Articles Posted in Wrongful Termination

Non-competition agreements in Massachusetts have been the center of debate for several years. As bills to ban non-competes before the House of Representatives and Senate continue to swirl, many employees in Massachusetts are forced to agree to restrictive covenants on a take-it-or-leave-it basis as a condition of employment. While Massachusetts is certainly not the only state where non-competes are enforceable, it’s status as a technology hub draws a sharp contrast to its leading rival: California. Unlike Boston or Cambridge, employees in Silicon Valley need not be concerned about such contracts since the California legislature has largely banned such restrictions except in very limited circumstances.

From this perspective, it’s no wonder that Silicon Valley leads the world and eclipses Boston as home to the largest and most prominent global technology companies. The absence of non-competes creates a more friendly business environment for employees and companies alike, with Facebook being a prime example. Founded in a Harvard dormitory, Facebook eventually made it’s home in California. Smart choice. The ability to hire top talent unencumbered by non-competes agreements meant more resources could be dedicated to building the company and less towards defending the inevitable litigation that flows from restrictive covenants.

Proving employment discrimination without direct evidence – regardless of whether its based on age, handicap, or some other protected category – ultimately boils down to whether the employee can show that the employer’s stated reason for the adverse employment action (e.g., termination, demotion, failure to promote) is a pretext for unlawful discrimination. As discussed in Proving Employment Discrimination Through Circumstantial Evidence, employment discrimination cases are typically proven through circumstantial (as opposed to direct) evidence under a three-part, burden-shifting framework.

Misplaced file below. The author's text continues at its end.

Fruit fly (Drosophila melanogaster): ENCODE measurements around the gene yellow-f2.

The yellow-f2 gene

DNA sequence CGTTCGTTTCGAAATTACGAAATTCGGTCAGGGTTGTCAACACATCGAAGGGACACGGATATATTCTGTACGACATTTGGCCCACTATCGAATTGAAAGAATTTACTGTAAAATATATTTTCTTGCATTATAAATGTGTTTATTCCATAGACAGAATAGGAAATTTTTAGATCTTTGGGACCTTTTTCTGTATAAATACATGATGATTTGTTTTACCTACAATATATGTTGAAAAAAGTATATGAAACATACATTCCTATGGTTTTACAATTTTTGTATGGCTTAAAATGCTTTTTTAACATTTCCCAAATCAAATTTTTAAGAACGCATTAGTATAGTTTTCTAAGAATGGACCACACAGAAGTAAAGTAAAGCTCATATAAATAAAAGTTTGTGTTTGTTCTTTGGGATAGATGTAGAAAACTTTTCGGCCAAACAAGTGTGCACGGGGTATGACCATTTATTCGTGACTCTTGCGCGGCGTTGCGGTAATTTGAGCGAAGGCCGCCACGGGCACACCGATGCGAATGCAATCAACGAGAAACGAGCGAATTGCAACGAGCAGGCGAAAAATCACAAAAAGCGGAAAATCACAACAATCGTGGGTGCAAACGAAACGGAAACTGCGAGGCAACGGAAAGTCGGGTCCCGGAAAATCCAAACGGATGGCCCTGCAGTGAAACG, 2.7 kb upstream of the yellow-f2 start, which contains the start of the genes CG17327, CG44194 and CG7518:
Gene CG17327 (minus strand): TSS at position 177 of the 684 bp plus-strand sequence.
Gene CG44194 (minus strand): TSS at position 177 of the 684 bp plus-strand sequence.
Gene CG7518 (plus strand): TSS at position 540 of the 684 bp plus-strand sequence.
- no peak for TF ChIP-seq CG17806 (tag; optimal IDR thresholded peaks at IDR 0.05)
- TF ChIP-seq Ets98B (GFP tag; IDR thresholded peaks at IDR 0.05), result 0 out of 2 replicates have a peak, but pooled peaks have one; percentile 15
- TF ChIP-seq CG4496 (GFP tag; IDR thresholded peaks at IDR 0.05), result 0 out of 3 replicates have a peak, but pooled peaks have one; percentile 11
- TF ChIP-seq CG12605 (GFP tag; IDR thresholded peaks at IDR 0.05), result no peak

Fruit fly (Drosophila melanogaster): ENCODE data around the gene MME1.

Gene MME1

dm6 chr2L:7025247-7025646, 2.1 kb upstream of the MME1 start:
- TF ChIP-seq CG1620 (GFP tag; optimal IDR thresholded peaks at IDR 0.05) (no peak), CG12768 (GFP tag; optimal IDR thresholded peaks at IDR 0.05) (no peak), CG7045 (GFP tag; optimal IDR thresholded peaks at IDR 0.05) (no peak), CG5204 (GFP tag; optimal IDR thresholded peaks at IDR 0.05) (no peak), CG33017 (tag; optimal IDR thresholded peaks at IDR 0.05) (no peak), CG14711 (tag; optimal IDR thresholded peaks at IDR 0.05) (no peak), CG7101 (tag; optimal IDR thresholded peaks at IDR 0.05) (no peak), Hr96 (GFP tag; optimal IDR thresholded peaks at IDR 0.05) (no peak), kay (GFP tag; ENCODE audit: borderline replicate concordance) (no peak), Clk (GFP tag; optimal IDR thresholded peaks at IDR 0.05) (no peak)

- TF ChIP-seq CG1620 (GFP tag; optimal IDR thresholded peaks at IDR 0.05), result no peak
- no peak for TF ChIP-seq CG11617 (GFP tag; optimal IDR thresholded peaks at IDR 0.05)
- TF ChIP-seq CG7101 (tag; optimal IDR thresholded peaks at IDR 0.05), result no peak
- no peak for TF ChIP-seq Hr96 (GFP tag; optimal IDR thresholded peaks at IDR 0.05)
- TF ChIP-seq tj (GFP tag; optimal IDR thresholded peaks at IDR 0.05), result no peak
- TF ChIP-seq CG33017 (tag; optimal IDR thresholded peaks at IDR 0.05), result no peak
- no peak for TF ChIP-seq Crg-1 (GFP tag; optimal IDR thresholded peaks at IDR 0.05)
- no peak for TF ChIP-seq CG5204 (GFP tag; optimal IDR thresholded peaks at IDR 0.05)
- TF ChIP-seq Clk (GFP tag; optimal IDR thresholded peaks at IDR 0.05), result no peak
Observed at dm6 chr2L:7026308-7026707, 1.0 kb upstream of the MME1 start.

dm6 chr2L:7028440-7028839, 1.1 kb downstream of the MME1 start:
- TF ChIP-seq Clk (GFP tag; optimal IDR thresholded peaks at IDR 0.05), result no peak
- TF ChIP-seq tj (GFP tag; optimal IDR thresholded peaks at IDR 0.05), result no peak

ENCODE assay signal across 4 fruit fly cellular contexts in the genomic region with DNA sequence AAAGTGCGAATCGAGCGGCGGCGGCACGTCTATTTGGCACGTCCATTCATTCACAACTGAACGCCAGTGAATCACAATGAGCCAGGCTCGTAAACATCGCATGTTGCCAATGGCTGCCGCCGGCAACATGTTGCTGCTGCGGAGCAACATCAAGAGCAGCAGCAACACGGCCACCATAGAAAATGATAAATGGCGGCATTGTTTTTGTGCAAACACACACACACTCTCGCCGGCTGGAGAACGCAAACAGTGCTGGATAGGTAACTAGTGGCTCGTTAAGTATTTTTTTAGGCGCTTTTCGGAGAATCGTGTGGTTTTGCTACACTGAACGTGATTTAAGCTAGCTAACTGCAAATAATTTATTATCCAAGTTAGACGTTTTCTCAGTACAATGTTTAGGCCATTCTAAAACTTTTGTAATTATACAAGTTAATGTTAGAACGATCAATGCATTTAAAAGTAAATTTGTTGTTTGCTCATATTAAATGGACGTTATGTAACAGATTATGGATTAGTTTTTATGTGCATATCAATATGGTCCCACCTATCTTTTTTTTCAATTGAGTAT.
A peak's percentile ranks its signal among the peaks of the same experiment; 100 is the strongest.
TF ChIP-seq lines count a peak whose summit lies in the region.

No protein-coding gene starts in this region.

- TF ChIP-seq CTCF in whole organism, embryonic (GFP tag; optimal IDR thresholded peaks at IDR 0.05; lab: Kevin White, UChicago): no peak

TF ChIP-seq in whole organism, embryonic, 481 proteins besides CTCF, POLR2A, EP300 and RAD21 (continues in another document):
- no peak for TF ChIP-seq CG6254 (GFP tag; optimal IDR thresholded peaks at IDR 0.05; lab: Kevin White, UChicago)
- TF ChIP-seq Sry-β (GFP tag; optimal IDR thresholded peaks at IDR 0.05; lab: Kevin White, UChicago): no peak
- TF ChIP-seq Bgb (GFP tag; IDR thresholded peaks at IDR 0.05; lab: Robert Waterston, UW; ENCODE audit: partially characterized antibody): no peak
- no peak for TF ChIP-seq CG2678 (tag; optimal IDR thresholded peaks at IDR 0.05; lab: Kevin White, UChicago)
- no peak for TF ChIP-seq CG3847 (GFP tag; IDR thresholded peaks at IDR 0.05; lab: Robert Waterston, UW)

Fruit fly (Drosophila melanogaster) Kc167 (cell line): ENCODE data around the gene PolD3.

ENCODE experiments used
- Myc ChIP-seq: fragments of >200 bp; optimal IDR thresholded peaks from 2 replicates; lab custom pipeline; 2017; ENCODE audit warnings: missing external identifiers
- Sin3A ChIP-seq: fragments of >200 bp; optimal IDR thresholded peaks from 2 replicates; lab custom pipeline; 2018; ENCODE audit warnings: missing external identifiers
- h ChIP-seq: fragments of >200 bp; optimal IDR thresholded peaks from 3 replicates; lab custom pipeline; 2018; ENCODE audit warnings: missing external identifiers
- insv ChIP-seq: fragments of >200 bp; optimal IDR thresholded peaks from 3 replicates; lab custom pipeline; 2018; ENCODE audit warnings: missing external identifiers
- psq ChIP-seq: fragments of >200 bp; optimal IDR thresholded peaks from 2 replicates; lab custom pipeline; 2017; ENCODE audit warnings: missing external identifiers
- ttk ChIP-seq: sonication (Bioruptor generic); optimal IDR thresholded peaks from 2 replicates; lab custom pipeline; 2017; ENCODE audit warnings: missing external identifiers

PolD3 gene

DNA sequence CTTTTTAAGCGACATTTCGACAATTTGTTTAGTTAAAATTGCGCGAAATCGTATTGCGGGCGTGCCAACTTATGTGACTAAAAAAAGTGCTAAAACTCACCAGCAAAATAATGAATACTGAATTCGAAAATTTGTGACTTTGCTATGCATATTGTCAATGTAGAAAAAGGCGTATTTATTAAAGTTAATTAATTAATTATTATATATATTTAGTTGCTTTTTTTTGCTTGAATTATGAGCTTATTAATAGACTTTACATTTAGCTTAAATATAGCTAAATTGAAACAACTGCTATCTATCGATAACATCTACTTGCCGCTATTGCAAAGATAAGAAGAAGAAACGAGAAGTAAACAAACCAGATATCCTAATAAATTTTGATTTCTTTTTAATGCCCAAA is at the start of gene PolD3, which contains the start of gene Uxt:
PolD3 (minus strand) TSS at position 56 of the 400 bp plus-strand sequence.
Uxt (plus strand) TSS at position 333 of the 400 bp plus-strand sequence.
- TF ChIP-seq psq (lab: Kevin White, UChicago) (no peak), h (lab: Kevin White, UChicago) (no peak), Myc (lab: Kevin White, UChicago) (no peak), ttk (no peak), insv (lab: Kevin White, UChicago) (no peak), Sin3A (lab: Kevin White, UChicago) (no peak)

It is in the final stage of this framework that an employee must carry the burden of showing pretext. As the non-exhaustive, baker’s dozen list below illustrates, there are numerous ways in which pretext for unlawful employment discrimination can be inferred:

Aside from cases involving direct or “smoking gun” evidence, which is rare, proving an employment discrimination claim is often nuanced and accomplished through the use of circumstantial evidence. As the Supreme Court in Rogers v. Missouri Pacific has long recognized, such evidence can even be the most powerful of the two:

Circumstantial evidence is not only sufficient, but may also be more certain, satisfying and persuasive than direct evidence.

Employment discrimination claims often hinge on the admissibility of evidence. A plaintiff bringing an employment discrimination claim may, for example, offer into evidence testimony from other employees who also believe they were victims of discrimination. Such evidence is referred to as “me too” or propensity evidence and has been a subject of debate among litigants. Be it discrimination based on age, gender, or another protected class, propensity evidence can be powerful if admissible.

As background, Federal Rule of Evidence 404(b)(2), which is virtually identical to the Massachusetts corollary, provides that evidence of a crime, wrong, or other act “may be admissible for another purpose, such as proving motive, opportunity, intent, preparation, plan, knowledge, identity, absence of mistake, or lack of accident.” Because motive, intent, and state of mind are directly at issue in employment discrimination claims, “me too” or propensity evidence may be properly admitted under these rules under certain circumstances. Other relevant portions of the Rules of Evidence with respect to “me too” or propensity evidence include FRE 401 (Test for Relevant Evidence) and FRE 403 (Excluding Relevant Evidence for Prejudice, Confusion, Waste of Time, or Other Reasons).